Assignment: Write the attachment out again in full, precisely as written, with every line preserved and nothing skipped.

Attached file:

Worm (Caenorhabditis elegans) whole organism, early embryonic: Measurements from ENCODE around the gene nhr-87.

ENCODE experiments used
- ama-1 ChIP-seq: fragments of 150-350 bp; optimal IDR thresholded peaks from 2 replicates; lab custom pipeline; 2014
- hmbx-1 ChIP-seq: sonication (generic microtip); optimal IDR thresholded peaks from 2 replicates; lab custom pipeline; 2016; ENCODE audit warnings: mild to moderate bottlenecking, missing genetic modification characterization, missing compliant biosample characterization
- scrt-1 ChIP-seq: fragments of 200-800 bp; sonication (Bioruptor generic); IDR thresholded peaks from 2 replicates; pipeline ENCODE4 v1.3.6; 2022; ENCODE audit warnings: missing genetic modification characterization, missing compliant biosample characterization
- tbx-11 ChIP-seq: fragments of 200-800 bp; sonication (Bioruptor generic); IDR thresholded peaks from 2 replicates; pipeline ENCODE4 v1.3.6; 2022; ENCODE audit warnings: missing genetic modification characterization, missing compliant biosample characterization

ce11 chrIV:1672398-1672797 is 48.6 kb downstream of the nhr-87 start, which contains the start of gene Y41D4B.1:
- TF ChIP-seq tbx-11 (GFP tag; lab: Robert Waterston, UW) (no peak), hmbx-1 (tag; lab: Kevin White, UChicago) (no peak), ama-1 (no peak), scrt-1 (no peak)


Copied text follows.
Worm (Caenorhabditis elegans) whole organism, early embryonic: Measurements from ENCODE around the gene nhr-87.

ENCODE experiments used
- ama-1 ChIP-seq: fragments of 150-350 bp; optimal IDR thresholded peaks from 2 replicates; lab custom pipeline; 2014
- hmbx-1 ChIP-seq: sonication (generic microtip); optimal IDR thresholded peaks from 2 replicates; lab custom pipeline; 2016; ENCODE audit warnings: mild to moderate bottlenecking, missing genetic modification characterization, missing compliant biosample characterization
- scrt-1 ChIP-seq: fragments of 200-800 bp; sonication (Bioruptor generic); IDR thresholded peaks from 2 replicates; pipeline ENCODE4 v1.3.6; 2022; ENCODE audit warnings: missing genetic modification characterization, missing compliant biosample characterization
- tbx-11 ChIP-seq: fragments of 200-800 bp; sonication (Bioruptor generic); IDR thresholded peaks from 2 replicates; pipeline ENCODE4 v1.3.6; 2022; ENCODE audit warnings: missing genetic modification characterization, missing compliant biosample characterization

ce11 chrIV:1672398-1672797 is 48.6 kb downstream of the nhr-87 start, which contains the start of gene Y41D4B.1:
- TF ChIP-seq tbx-11 (GFP tag; lab: Robert Waterston, UW) (no peak), hmbx-1 (tag; lab: Kevin White, UChicago) (no peak), ama-1 (no peak), scrt-1 (no peak)